WHAT PEOPLE SAY
"Marcus (The New Me) has written a novel of weight and heart. Forthright in chronicling harrowing conditions of the era and Southern setting while not succumbing to stereotypes, she reveals the complexities of humanity and demonstrates a keen ear for the music of language in the individual voices of her characters. Lovers of The Help and civil rights–era literary fiction will enjoy this book."
— Library Journal
Mary Jacob grew up as an anomaly. A child of Louisiana in the early sixties, she found little in common with most of the people in her community and in her household, and her best friend was Lavina, the black woman who cooked and cleaned for her family. Now, in the early nineties, Mary Jacob has escaped her history and established a fresh, if imperfect, life for herself in New York. But when she learns of her father's critical illness, she needs to go back home. To a disapproving father and a spiteful sister. To a town decades out of alignment with Mary Jacob's new world. To the memories of Billy Ray, Lavina's son who grew up to be a musical legend whose star burned much too bright.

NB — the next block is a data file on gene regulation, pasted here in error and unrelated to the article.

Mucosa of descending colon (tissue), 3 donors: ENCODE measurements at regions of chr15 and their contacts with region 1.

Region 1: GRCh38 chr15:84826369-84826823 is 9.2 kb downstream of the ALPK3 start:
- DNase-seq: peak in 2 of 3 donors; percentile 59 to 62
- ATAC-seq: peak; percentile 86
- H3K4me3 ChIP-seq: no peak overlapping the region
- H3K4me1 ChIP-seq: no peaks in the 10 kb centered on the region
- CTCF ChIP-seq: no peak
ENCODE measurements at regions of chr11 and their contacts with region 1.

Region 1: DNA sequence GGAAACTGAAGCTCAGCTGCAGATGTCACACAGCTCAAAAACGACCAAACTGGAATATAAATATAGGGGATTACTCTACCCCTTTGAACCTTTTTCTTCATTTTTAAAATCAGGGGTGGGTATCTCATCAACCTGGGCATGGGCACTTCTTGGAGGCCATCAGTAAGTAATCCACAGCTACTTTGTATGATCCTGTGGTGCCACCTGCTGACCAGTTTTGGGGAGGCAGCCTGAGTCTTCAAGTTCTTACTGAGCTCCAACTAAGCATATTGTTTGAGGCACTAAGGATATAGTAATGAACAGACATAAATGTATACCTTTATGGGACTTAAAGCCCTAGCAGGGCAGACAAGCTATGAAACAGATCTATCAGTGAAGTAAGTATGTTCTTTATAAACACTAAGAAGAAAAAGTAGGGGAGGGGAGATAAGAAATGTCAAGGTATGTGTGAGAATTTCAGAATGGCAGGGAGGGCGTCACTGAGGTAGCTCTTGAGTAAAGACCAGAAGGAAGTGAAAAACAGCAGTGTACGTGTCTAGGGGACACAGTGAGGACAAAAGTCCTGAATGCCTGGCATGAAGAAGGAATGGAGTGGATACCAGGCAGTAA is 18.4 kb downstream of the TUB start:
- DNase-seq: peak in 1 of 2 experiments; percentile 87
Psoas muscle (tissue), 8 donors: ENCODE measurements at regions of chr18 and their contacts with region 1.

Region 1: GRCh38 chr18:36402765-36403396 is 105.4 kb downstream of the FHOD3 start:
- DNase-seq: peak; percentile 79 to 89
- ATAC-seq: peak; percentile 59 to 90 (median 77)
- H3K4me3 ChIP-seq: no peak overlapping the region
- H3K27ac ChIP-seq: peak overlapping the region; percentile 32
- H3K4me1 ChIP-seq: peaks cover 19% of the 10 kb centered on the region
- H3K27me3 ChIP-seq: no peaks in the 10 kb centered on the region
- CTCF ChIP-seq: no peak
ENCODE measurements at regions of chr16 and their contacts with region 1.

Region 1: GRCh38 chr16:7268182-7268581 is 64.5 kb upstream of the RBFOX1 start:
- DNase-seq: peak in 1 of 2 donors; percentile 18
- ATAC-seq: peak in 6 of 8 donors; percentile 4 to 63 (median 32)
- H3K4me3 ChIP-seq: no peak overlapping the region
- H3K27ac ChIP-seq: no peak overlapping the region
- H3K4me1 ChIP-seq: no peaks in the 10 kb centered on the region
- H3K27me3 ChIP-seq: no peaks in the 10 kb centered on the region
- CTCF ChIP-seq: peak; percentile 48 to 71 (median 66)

And to the echoes of a fateful day three decades earlier when three lives changed forever.
A generation-spanning story both intimate and enormous in scope, Lavina is a novel rich in humanity, sharp in its indictments, and stunning in its resolution.
About the Author...
Mary Marcus has published short fiction in North Atlantic Review, Karamu, Fiction, Jewish Women’s Literary Journal and The New Delta Review among others. Her first novel takes her deeply personal voice to a new level. Danny Goldberg, author of Bumping Into Geniuses called The New Me “Part baby-boom prose poem, part woman’s re-birth…alternately hilarious and heartbreaking and ultimately hopeful. What a cool first novel!” Moira Walley-Beckett, Writer/Co-Executive Producer of Breaking Bad said, “The New Me is funny, poignant and deftly written. It is a relatable story that beats with a pulse of a modern marriage paradigm and provides cringe-worthy moments that simultaneously delight and distress. This book made me uncomfortable in all the best ways. I couldn’t put it down.”